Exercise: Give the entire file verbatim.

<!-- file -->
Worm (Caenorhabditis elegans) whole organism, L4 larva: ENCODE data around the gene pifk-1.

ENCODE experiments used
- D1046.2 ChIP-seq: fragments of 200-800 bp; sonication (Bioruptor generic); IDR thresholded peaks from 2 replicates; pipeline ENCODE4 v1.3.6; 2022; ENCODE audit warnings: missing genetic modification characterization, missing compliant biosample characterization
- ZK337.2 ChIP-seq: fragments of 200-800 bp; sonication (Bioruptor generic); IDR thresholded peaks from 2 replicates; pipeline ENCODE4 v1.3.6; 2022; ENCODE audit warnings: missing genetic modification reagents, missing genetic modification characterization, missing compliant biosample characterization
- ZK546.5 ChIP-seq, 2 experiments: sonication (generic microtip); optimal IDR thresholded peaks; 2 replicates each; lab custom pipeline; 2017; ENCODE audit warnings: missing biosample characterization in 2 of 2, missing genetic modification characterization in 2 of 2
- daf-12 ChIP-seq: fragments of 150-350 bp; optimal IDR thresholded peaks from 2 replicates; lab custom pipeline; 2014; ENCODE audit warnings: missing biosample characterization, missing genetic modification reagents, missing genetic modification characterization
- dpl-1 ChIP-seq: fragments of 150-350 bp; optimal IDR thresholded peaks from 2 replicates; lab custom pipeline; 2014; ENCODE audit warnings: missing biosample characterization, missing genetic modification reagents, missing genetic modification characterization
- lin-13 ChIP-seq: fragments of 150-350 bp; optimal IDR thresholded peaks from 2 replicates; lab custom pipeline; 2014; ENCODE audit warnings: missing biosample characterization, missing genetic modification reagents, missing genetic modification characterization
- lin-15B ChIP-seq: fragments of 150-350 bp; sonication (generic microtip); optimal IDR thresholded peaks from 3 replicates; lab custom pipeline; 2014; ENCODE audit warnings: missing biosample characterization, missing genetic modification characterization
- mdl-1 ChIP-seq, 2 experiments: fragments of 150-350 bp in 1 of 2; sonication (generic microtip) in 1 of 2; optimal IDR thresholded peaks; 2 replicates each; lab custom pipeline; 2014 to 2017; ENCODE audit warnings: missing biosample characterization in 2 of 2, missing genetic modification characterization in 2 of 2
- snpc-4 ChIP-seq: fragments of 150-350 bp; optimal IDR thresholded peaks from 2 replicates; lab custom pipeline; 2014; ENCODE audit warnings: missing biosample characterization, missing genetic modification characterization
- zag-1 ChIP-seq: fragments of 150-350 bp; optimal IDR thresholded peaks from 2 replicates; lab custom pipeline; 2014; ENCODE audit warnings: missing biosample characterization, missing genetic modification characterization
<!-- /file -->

Worm (Caenorhabditis elegans) whole organism, L4 larva: ENCODE data around the gene pifk-1.

ENCODE experiments used
- D1046.2 ChIP-seq: fragments of 200-800 bp; sonication (Bioruptor generic); IDR thresholded peaks from 2 replicates; pipeline ENCODE4 v1.3.6; 2022; ENCODE audit warnings: missing genetic modification characterization, missing compliant biosample characterization
- ZK337.2 ChIP-seq: fragments of 200-800 bp; sonication (Bioruptor generic); IDR thresholded peaks from 2 replicates; pipeline ENCODE4 v1.3.6; 2022; ENCODE audit warnings: missing genetic modification reagents, missing genetic modification characterization, missing compliant biosample characterization
- ZK546.5 ChIP-seq, 2 experiments: sonication (generic microtip); optimal IDR thresholded peaks; 2 replicates each; lab custom pipeline; 2017; ENCODE audit warnings: missing biosample characterization in 2 of 2, missing genetic modification characterization in 2 of 2
- daf-12 ChIP-seq: fragments of 150-350 bp; optimal IDR thresholded peaks from 2 replicates; lab custom pipeline; 2014; ENCODE audit warnings: missing biosample characterization, missing genetic modification reagents, missing genetic modification characterization
- dpl-1 ChIP-seq: fragments of 150-350 bp; optimal IDR thresholded peaks from 2 replicates; lab custom pipeline; 2014; ENCODE audit warnings: missing biosample characterization, missing genetic modification reagents, missing genetic modification characterization
- lin-13 ChIP-seq: fragments of 150-350 bp; optimal IDR thresholded peaks from 2 replicates; lab custom pipeline; 2014; ENCODE audit warnings: missing biosample characterization, missing genetic modification reagents, missing genetic modification characterization
- lin-15B ChIP-seq: fragments of 150-350 bp; sonication (generic microtip); optimal IDR thresholded peaks from 3 replicates; lab custom pipeline; 2014; ENCODE audit warnings: missing biosample characterization, missing genetic modification characterization
- mdl-1 ChIP-seq, 2 experiments: fragments of 150-350 bp in 1 of 2; sonication (generic microtip) in 1 of 2; optimal IDR thresholded peaks; 2 replicates each; lab custom pipeline; 2014 to 2017; ENCODE audit warnings: missing biosample characterization in 2 of 2, missing genetic modification characterization in 2 of 2
- snpc-4 ChIP-seq: fragments of 150-350 bp; optimal IDR thresholded peaks from 2 replicates; lab custom pipeline; 2014; ENCODE audit warnings: missing biosample characterization, missing genetic modification characterization
- zag-1 ChIP-seq: fragments of 150-350 bp; optimal IDR thresholded peaks from 2 replicates; lab custom pipeline; 2014; ENCODE audit warnings: missing biosample characterization, missing genetic modification characterization